Though you tried to respond to the woman’s angst about her not-kosher-enough conversion in your March 11 column (“Conversion didn’t grant ‘born-Jewish privilege,’”), I am saddened by your seemingly bland acceptance that these basically bigoted ultra-Orthodox are the sole and final arbiters of who is a Jew.

If one is truly interested in “building Jewish bridges,” these folks are certainly terrible obstructionists, and in my opinion should be called out on every occasion possible.

This issue really came home to me — a 100 percent Jew, son of a Reform rabbi — when our elder daughter went to Israel with her confirmation class 28 years ago. My wife is half-Jewish — the wrong half — though American Reform congregations now recognize patrilineal descent. We have raised our children to embrace their Jewish identity. My daughter, then age 16, was invited to a home Shabbos dinner where she was told in no uncertain terms that she wasn’t really Jewish, and if she should ever want to make aliyah (which she doesn’t) that she would have to beg the indulgence of a rigid old man (my characterization) and have a “real” conversion.

Although I have mostly enjoyed your columns and generally admire your work, you can sign me — Very Disappointed

I’m so glad he wrote because he clearly has valid pain also.

Read my reply here.

Posted by admin under Adult Child of an Interfaith Family, Conversion, In the News, In their own words, Mixed & Matched, Parenting
No Comments

grieving teen

Here’s a question I got from a teenager:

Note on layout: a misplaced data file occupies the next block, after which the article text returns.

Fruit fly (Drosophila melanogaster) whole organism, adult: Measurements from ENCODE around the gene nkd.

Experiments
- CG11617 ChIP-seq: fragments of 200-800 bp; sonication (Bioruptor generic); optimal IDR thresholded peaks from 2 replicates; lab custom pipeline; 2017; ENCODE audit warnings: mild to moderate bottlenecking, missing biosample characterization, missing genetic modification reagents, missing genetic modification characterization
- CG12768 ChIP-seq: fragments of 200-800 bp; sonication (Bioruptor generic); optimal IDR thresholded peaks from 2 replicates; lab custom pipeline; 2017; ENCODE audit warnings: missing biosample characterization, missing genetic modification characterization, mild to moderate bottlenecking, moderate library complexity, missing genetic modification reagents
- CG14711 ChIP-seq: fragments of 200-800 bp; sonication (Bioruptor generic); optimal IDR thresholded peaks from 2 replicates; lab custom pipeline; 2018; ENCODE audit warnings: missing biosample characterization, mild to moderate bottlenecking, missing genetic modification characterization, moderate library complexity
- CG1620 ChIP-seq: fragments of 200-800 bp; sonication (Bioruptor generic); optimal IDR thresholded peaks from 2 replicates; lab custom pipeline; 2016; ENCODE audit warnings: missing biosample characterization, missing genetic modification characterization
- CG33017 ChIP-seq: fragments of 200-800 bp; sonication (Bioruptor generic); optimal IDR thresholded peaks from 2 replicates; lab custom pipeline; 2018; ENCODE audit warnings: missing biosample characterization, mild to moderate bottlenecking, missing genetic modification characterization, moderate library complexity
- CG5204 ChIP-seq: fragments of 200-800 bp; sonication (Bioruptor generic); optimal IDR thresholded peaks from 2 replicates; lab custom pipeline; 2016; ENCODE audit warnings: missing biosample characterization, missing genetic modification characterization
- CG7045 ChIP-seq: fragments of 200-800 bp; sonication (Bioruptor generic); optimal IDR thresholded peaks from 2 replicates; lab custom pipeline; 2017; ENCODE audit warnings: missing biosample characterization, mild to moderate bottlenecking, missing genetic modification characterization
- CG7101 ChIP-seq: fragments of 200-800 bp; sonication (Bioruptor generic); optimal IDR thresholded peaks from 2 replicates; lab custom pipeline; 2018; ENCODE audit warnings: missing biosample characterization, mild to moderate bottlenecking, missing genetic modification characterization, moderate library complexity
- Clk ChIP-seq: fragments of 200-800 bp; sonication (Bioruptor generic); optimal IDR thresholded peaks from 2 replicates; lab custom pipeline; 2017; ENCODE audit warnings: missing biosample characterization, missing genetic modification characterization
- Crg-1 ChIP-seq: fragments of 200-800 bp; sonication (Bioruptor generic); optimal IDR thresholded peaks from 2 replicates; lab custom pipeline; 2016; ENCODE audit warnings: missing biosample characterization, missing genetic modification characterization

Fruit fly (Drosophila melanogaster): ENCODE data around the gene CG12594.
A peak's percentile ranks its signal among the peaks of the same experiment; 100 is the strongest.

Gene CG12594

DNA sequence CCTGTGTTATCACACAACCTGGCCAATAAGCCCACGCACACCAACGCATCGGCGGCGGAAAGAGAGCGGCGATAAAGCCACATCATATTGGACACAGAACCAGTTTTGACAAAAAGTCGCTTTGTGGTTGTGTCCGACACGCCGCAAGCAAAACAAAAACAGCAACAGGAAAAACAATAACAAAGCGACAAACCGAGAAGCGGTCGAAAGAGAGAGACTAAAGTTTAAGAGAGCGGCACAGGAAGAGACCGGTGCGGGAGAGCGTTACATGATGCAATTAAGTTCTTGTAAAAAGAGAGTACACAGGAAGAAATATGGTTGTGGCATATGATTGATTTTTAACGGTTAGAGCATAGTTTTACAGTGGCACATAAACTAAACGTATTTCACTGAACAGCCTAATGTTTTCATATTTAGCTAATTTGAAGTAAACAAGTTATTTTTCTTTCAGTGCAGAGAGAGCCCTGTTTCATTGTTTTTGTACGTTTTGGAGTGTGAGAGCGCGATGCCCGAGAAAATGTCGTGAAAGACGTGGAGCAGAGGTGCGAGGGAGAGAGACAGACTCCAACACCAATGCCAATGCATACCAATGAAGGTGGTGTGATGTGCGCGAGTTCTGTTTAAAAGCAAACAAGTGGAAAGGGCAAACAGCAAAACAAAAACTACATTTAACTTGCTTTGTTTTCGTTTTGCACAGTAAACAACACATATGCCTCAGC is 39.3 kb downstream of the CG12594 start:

My mom is Jewish, my dad is Catholic, and my brother and I were raised Jewish. Last month they told us they had recently written their ethical wills and each plan to be buried in the cemetery of their own faith. I was so stunned that I said nothing. I just assumed my parents would be buried side by side! I’m mad at them, even though I know it is their decision. I’m hurt and feel like they didn’t even consider how this could impact their children. My brother is upset, too, but he is very quiet and would never speak up. What should I do? — Hurt Daughter

My reply:
Dear Hurt Daughter: I’m so sorry you learned this in such a startling way. It’s hard to think about losing parents, and their news complicates your pain. Yes, your parents do get to make their own end-of-life plans, but I suspect they didn’t think about it from your perspective. It sounds like they simply announced their plans with the intention of giving you and your brother a heads-up. Since you did not respond in the moment, they probably assumed everything was fine.